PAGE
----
Alternate title: Claudia Makes Things Way More Complicated than They Need to Be Because She Sucks
We had this bonus question on our homework for Probability today:
Suppose X has a density defined by
Let FX(x) be the cumulative distribution of X. Find the area of the region bounded by the x-axis, the y-axis, the line y = 1, and the curve y = FX(x).
And I was like, “Aw, sweet! Areas of regions! CALCULUS!”
So first, I had to find the cumulative distribution function (cdf) of X. Easy. It’s just the integral of the density fX(x) from negative infinity to a constant b. In this case:
With 2 ≤ b ≤ 3. So that’s my curve y. The area I’m looking for, therefore, is this (the red part, not the purplish part):
Now anyone with half a brain would look at this and go, “oh yeah, that’s easy. I can find the area of the rectangle formed by the two axes, the line y = 1, and the line x = 3, then find the area of the region below the curve from 2 to 3, and subtract the latter from the former to get the correct area.”
Which works. Area of rectangle = 3, area of region below FX(x) = .25, area of region of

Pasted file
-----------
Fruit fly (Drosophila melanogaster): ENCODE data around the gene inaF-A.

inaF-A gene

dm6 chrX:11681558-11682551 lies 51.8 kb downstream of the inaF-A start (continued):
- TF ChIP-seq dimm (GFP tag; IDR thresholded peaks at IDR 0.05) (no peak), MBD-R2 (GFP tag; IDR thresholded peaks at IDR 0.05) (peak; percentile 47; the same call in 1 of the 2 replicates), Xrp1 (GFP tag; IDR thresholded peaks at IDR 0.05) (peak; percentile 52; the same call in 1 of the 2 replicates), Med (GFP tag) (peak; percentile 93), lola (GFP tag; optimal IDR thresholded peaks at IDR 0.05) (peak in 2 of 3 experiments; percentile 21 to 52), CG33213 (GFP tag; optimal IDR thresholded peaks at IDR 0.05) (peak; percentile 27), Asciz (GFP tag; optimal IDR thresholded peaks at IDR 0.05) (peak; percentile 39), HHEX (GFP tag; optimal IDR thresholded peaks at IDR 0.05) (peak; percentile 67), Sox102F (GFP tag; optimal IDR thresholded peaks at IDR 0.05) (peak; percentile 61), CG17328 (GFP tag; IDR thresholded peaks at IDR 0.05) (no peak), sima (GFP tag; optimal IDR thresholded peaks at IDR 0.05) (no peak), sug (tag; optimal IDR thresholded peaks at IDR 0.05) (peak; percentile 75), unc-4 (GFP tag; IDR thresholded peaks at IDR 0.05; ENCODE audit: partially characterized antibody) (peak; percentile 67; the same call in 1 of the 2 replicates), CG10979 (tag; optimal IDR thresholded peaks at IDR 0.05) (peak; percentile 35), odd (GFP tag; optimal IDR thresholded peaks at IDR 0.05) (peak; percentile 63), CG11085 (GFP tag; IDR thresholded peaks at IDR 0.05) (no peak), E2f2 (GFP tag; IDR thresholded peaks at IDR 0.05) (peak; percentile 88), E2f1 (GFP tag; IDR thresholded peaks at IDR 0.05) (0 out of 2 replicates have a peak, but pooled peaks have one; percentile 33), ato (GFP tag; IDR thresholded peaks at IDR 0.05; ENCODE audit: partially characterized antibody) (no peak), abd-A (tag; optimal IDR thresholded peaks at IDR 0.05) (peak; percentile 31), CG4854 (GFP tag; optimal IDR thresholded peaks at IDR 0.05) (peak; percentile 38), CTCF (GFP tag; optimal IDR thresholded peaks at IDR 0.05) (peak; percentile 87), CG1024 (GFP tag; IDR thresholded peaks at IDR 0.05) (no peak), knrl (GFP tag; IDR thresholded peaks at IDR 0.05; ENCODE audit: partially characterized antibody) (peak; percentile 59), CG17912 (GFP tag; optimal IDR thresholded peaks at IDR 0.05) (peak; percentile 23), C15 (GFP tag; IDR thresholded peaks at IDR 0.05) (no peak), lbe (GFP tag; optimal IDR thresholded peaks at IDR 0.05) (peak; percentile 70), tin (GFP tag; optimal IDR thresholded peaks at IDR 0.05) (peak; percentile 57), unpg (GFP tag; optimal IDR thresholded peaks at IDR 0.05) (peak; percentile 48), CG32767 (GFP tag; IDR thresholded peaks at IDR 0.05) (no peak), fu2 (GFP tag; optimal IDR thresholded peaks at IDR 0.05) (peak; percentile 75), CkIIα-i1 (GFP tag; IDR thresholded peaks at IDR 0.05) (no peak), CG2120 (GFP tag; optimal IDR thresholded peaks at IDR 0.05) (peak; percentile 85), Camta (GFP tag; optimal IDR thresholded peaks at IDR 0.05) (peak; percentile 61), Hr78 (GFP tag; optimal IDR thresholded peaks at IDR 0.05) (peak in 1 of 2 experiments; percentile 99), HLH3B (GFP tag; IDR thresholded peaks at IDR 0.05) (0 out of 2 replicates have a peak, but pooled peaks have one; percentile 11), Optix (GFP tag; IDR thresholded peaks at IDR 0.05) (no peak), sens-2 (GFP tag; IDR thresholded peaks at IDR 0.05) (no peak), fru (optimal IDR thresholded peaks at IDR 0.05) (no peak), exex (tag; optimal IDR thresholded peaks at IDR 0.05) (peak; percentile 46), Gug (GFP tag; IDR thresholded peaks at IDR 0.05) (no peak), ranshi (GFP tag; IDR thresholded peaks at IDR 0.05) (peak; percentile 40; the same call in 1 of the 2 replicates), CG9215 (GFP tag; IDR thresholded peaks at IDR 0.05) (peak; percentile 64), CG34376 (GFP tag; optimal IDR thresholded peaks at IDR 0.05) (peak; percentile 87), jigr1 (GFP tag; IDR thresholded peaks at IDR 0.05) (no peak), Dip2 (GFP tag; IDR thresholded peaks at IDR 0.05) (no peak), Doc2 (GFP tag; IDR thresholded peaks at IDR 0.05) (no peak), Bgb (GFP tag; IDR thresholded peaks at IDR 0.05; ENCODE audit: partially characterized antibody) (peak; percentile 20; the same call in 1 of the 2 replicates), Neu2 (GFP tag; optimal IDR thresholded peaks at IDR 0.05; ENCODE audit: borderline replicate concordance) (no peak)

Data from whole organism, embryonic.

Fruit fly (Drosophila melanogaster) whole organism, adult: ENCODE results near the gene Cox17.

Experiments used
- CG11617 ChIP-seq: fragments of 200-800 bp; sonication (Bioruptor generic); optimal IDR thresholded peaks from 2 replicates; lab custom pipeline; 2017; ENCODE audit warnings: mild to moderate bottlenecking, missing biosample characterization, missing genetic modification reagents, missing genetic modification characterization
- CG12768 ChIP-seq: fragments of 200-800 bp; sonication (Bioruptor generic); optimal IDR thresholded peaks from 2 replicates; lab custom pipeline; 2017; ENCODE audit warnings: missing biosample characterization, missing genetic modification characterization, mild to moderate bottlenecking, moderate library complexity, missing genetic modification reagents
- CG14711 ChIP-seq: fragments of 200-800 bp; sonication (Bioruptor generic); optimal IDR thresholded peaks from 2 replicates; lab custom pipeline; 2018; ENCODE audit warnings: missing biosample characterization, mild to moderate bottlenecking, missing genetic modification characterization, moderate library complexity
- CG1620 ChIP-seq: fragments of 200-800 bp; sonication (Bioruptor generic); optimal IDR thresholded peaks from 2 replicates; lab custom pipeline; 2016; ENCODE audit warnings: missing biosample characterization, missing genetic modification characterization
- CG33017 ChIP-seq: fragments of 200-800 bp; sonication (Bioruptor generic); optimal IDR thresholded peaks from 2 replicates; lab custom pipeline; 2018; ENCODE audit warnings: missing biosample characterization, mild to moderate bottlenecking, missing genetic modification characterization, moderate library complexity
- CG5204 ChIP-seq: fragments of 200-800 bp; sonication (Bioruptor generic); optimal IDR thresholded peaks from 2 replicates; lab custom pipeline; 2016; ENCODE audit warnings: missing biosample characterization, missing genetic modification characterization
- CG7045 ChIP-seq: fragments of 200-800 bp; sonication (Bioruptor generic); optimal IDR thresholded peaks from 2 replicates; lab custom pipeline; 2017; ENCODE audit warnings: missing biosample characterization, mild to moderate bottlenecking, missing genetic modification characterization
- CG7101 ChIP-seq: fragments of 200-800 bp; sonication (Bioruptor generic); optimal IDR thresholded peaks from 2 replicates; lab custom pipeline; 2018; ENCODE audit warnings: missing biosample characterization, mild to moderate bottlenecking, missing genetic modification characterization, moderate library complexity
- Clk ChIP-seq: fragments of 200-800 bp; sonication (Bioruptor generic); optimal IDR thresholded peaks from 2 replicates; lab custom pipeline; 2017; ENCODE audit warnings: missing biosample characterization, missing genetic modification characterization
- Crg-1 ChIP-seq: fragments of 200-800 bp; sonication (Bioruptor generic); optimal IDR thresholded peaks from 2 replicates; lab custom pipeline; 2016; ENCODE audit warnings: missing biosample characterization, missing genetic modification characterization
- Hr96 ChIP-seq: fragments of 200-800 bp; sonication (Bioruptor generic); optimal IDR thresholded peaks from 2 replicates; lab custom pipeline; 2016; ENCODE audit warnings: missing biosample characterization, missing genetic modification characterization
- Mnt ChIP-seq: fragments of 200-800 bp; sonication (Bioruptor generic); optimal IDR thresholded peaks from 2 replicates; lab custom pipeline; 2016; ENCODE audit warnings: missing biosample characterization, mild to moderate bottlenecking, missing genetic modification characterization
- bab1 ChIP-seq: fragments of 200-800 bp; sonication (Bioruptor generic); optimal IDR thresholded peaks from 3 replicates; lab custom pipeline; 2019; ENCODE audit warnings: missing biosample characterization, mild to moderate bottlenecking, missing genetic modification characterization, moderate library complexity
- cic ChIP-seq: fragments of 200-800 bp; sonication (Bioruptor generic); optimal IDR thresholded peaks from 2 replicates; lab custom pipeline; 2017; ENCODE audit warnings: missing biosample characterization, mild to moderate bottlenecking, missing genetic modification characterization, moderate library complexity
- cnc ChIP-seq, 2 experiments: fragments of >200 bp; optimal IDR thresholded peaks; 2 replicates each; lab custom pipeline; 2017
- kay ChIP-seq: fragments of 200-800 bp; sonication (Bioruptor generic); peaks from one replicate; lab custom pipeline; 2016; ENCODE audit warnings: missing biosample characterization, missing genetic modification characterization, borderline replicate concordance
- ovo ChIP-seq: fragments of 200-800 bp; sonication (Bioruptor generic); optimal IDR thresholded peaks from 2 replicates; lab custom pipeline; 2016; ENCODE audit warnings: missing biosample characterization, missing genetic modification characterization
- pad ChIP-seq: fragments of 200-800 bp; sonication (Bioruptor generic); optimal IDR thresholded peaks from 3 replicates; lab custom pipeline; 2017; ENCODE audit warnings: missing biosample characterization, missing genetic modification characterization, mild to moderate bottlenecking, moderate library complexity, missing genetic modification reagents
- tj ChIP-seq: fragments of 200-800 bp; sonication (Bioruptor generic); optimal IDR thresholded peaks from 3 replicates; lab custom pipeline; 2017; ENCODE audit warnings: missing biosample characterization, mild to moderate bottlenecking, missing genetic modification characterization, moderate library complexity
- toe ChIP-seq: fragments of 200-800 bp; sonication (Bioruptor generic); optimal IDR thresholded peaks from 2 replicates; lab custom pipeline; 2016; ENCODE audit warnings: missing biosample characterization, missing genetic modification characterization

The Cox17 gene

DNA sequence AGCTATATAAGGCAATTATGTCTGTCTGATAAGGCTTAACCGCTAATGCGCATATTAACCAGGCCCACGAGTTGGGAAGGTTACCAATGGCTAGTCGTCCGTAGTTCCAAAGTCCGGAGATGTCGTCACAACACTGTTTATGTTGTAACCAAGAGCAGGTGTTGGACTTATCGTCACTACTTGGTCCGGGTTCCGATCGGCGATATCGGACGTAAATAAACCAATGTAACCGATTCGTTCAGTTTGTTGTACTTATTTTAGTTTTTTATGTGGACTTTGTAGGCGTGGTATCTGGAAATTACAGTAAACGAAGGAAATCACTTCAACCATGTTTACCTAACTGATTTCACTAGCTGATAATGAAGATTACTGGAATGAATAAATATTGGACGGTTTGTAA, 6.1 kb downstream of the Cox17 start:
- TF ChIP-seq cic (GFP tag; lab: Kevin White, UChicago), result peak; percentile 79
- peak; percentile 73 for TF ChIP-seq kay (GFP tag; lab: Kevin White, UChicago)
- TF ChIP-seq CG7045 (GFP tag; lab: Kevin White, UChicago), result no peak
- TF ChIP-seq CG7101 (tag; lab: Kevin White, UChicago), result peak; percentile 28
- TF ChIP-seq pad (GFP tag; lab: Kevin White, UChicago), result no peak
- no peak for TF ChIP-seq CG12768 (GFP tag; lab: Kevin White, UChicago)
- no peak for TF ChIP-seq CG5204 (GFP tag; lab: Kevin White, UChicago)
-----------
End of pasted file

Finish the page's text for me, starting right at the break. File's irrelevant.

interest = 2.75.
Or they could remember the freaking formula that was explicitly taught last week. Such areas can be calculated using:
But did I see either of those? Nooooooope.
I looked at the graph and was like, “how the hell do you find that?” I tried a few things that didn’t work, then realized that it would be a lot easier to figure out if I changed the integral from being in terms of x (or b, rather) to being in terms of y.
So then I just had to integrate. This gave me the right answer: 2.75!
Moral of the story: don’t complicate things. But if you do complicate things, you might actually end up in a scenario where you’ll use something that you were taught back in calculus I but didn’t ever suspect you’d actually use. I had appreciated learning the handy-dandy technique of changing variables, but I didn’t think I’d be in a situation where I’d apply it. Shows what I know, eh?
It was a nice refresher, at least. I’ve missed calculus.